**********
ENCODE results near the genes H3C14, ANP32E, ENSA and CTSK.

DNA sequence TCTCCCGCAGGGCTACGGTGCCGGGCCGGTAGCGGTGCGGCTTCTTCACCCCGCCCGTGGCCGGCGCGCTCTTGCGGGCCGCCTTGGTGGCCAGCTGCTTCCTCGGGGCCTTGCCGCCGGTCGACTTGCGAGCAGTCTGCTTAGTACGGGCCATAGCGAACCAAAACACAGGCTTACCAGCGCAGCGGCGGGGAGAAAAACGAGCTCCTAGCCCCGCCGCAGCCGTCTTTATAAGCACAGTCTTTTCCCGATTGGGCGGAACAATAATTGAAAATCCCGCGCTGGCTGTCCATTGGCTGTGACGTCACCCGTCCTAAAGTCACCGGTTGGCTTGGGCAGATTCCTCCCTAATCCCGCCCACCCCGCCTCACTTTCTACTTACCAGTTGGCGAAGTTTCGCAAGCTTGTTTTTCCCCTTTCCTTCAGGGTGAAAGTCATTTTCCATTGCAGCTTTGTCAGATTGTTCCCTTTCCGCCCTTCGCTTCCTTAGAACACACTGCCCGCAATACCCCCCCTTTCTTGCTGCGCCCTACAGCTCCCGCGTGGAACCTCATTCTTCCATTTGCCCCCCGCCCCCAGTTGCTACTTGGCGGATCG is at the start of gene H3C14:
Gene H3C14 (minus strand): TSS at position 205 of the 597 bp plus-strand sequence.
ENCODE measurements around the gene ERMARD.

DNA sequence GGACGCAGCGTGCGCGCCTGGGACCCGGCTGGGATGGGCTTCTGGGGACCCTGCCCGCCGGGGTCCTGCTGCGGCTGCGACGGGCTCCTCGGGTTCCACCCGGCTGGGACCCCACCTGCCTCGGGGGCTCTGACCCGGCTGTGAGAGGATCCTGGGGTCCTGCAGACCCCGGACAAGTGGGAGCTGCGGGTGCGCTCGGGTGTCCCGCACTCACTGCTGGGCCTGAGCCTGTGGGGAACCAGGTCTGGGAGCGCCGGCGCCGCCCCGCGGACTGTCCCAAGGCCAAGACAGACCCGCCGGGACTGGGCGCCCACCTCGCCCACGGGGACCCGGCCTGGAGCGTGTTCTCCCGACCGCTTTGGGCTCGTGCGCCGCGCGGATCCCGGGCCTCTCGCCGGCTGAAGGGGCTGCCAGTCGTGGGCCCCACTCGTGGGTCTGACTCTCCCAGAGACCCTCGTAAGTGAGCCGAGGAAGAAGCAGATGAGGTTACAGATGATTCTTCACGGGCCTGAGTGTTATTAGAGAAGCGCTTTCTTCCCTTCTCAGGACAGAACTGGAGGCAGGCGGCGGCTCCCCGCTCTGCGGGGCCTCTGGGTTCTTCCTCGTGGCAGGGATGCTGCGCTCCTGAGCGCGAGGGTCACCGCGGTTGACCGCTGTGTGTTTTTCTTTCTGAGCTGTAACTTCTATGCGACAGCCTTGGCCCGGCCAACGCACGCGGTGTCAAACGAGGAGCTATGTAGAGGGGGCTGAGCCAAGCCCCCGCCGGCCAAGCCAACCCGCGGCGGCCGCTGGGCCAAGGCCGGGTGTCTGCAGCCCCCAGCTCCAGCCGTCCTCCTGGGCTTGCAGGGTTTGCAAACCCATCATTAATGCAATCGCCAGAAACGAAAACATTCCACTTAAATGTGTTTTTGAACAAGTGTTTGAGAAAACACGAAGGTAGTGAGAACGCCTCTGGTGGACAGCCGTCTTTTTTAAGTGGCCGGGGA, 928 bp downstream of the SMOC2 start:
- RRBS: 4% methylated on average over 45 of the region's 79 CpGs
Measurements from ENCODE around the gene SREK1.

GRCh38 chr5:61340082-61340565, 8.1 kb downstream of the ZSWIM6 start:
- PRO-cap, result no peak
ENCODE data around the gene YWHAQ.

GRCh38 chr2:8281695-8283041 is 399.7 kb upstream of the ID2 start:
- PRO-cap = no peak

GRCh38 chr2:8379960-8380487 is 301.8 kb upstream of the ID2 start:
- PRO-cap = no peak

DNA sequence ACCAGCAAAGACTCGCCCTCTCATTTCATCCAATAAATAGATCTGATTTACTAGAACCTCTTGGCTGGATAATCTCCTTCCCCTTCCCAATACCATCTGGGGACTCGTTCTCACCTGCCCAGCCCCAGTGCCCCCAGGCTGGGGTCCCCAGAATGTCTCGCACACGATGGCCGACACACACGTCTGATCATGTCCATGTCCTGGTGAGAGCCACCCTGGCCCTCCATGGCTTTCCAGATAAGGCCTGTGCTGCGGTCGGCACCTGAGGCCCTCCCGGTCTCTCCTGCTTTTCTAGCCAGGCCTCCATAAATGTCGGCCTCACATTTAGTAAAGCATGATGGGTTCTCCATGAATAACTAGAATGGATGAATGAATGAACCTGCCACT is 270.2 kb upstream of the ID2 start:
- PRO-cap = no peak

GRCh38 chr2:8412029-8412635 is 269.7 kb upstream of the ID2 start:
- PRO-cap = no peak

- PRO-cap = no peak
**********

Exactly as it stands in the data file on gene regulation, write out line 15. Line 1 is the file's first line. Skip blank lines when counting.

DNA sequence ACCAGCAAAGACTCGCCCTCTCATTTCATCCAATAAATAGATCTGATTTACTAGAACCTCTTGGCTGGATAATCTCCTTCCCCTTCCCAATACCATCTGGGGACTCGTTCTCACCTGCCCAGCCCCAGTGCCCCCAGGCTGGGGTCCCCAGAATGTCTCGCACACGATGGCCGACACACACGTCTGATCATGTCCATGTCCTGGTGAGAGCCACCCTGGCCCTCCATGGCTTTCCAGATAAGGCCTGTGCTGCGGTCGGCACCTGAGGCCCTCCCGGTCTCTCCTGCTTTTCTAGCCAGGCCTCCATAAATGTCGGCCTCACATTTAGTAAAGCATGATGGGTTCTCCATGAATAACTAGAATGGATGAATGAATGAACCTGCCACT is 270.2 kb upstream of the ID2 start: